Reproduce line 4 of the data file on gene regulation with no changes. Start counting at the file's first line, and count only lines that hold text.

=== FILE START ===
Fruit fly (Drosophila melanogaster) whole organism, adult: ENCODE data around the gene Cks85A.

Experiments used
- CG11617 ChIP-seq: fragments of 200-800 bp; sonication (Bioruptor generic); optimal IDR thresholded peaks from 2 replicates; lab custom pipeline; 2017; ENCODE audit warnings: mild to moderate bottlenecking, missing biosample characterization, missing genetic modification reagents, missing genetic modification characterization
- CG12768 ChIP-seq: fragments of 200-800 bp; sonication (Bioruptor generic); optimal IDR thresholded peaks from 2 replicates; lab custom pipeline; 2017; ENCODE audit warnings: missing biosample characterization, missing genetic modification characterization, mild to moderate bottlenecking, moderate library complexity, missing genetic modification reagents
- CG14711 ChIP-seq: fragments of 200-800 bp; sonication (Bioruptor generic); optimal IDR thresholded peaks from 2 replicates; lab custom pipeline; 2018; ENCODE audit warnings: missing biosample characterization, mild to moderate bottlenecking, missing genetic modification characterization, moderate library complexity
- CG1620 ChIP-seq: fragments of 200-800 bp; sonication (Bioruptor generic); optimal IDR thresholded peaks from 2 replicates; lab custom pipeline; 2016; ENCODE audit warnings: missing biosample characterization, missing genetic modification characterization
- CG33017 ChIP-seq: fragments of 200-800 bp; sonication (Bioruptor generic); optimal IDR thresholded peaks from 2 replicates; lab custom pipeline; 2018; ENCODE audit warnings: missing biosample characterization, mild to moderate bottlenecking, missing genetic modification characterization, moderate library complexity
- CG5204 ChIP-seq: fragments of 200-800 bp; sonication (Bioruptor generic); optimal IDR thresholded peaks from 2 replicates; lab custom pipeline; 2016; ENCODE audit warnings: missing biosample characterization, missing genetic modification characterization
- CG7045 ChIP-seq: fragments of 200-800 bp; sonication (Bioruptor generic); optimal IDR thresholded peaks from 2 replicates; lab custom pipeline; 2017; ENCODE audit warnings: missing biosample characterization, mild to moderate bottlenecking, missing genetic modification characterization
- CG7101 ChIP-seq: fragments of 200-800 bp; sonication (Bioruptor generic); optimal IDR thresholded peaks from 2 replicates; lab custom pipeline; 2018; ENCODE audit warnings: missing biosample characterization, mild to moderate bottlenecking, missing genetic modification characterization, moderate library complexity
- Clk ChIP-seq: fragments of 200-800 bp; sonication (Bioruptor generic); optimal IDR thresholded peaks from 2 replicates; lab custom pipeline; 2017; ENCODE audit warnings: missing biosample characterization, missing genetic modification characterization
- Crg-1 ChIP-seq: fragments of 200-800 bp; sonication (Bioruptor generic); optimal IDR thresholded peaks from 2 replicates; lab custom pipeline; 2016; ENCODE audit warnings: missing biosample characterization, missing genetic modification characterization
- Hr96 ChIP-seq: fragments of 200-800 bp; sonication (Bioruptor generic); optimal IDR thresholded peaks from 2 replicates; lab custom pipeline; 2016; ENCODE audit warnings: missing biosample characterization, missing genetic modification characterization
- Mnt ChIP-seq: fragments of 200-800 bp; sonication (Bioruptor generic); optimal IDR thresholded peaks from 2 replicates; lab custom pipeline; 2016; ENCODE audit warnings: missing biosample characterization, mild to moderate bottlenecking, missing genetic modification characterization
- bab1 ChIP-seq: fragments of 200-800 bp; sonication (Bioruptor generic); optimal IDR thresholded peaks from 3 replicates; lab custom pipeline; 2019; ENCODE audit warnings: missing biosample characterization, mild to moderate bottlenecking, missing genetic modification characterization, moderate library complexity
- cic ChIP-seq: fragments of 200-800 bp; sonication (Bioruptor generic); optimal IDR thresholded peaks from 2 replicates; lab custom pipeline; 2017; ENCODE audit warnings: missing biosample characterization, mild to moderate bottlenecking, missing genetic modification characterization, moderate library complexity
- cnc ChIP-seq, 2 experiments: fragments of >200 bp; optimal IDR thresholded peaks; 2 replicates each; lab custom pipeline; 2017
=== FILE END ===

- CG12768 ChIP-seq: fragments of 200-800 bp; sonication (Bioruptor generic); optimal IDR thresholded peaks from 2 replicates; lab custom pipeline; 2017; ENCODE audit warnings: missing biosample characterization, missing genetic modification characterization, mild to moderate bottlenecking, moderate library complexity, missing genetic modification reagents